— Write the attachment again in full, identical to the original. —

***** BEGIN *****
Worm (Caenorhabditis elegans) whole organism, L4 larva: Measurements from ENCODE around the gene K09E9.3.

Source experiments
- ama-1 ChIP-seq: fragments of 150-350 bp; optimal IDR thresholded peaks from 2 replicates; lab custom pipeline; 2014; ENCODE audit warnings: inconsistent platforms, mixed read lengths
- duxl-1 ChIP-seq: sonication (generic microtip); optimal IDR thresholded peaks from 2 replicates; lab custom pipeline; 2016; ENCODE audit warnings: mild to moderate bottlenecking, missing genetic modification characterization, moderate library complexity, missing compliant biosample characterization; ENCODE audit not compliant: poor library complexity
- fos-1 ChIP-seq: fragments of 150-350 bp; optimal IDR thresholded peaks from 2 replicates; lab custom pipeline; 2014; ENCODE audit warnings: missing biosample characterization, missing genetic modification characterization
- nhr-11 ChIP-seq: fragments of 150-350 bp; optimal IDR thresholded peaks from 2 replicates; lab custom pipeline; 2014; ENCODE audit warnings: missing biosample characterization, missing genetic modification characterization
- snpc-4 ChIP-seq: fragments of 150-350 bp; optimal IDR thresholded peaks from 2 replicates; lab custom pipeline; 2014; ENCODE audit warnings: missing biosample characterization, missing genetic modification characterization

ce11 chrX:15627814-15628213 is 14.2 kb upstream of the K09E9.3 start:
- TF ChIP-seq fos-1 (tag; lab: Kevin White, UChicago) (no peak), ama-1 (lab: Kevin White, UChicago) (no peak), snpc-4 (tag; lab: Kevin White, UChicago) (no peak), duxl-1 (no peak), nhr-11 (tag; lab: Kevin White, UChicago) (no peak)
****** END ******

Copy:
Worm (Caenorhabditis elegans) whole organism, L4 larva: Measurements from ENCODE around the gene K09E9.3.

Source experiments
- ama-1 ChIP-seq: fragments of 150-350 bp; optimal IDR thresholded peaks from 2 replicates; lab custom pipeline; 2014; ENCODE audit warnings: inconsistent platforms, mixed read lengths
- duxl-1 ChIP-seq: sonication (generic microtip); optimal IDR thresholded peaks from 2 replicates; lab custom pipeline; 2016; ENCODE audit warnings: mild to moderate bottlenecking, missing genetic modification characterization, moderate library complexity, missing compliant biosample characterization; ENCODE audit not compliant: poor library complexity
- fos-1 ChIP-seq: fragments of 150-350 bp; optimal IDR thresholded peaks from 2 replicates; lab custom pipeline; 2014; ENCODE audit warnings: missing biosample characterization, missing genetic modification characterization
- nhr-11 ChIP-seq: fragments of 150-350 bp; optimal IDR thresholded peaks from 2 replicates; lab custom pipeline; 2014; ENCODE audit warnings: missing biosample characterization, missing genetic modification characterization
- snpc-4 ChIP-seq: fragments of 150-350 bp; optimal IDR thresholded peaks from 2 replicates; lab custom pipeline; 2014; ENCODE audit warnings: missing biosample characterization, missing genetic modification characterization

ce11 chrX:15627814-15628213 is 14.2 kb upstream of the K09E9.3 start:
- TF ChIP-seq fos-1 (tag; lab: Kevin White, UChicago) (no peak), ama-1 (lab: Kevin White, UChicago) (no peak), snpc-4 (tag; lab: Kevin White, UChicago) (no peak), duxl-1 (no peak), nhr-11 (tag; lab: Kevin White, UChicago) (no peak)